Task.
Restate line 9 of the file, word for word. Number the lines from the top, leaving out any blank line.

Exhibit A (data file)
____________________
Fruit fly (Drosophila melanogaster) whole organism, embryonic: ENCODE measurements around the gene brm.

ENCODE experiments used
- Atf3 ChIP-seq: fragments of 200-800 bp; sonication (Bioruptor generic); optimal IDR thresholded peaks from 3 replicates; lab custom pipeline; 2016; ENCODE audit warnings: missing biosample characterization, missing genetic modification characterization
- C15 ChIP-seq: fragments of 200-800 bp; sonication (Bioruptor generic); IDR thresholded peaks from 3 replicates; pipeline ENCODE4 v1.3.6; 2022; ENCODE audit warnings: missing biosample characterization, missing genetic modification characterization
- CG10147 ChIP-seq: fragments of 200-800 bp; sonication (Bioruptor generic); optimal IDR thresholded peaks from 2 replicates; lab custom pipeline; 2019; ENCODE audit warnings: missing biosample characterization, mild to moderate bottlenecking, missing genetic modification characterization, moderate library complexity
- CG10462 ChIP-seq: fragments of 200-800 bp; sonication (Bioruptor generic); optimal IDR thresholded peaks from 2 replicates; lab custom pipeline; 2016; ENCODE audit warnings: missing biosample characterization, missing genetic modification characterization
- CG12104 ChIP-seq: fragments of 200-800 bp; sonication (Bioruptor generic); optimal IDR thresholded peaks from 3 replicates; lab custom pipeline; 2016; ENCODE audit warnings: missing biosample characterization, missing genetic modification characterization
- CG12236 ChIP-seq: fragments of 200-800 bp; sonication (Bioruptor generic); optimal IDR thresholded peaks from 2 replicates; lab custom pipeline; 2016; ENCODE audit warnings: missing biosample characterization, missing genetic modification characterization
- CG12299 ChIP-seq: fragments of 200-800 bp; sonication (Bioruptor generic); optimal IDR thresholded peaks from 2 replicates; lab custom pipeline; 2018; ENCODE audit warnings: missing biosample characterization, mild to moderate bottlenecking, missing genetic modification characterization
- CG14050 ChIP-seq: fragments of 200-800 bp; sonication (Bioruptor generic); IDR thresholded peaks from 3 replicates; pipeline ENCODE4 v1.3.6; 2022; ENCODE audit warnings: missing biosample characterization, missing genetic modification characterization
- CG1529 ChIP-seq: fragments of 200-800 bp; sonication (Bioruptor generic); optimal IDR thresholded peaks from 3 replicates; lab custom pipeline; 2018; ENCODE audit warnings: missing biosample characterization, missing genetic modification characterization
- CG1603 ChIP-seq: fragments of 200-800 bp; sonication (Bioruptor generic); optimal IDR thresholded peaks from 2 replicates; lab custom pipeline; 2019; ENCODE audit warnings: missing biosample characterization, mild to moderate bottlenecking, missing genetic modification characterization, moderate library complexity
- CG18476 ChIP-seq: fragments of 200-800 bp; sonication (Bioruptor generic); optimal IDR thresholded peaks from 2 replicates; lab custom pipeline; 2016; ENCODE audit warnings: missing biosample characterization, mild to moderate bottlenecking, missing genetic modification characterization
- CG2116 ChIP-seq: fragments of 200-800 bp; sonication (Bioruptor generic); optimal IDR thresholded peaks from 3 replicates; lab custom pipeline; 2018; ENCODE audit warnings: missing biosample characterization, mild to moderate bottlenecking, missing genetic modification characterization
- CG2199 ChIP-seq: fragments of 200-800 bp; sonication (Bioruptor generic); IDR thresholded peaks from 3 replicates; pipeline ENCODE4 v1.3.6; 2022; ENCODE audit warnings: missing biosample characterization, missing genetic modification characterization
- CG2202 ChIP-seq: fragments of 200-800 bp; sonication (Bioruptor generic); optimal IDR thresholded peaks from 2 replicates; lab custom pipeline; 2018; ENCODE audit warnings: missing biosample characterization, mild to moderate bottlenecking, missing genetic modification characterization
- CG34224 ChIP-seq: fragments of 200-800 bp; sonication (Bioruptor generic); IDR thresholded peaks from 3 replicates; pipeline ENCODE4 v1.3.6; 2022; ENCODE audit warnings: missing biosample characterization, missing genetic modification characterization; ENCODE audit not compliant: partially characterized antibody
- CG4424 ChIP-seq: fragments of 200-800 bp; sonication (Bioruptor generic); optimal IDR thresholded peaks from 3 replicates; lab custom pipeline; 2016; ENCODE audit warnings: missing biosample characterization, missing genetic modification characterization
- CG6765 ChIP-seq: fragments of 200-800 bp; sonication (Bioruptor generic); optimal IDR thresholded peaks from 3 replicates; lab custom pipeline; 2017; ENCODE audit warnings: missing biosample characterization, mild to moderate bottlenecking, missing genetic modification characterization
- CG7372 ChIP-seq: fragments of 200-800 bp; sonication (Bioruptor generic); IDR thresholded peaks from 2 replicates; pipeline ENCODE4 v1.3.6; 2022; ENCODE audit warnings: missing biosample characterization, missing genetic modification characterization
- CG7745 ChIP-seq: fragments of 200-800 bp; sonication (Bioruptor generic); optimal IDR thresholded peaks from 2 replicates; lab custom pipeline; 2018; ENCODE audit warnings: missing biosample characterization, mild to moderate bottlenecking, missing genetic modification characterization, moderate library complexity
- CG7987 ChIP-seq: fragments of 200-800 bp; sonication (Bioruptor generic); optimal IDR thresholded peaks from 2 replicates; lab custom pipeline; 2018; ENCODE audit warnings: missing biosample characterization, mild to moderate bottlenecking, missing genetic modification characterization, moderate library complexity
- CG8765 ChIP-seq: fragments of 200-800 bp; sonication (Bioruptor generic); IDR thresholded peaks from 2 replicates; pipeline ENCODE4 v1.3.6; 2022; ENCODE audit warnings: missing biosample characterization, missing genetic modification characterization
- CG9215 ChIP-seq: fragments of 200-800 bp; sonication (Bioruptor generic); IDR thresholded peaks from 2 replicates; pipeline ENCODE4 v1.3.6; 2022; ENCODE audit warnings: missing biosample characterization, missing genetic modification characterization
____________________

- CG12299 ChIP-seq: fragments of 200-800 bp; sonication (Bioruptor generic); optimal IDR thresholded peaks from 2 replicates; lab custom pipeline; 2018; ENCODE audit warnings: missing biosample characterization, mild to moderate bottlenecking, missing genetic modification characterization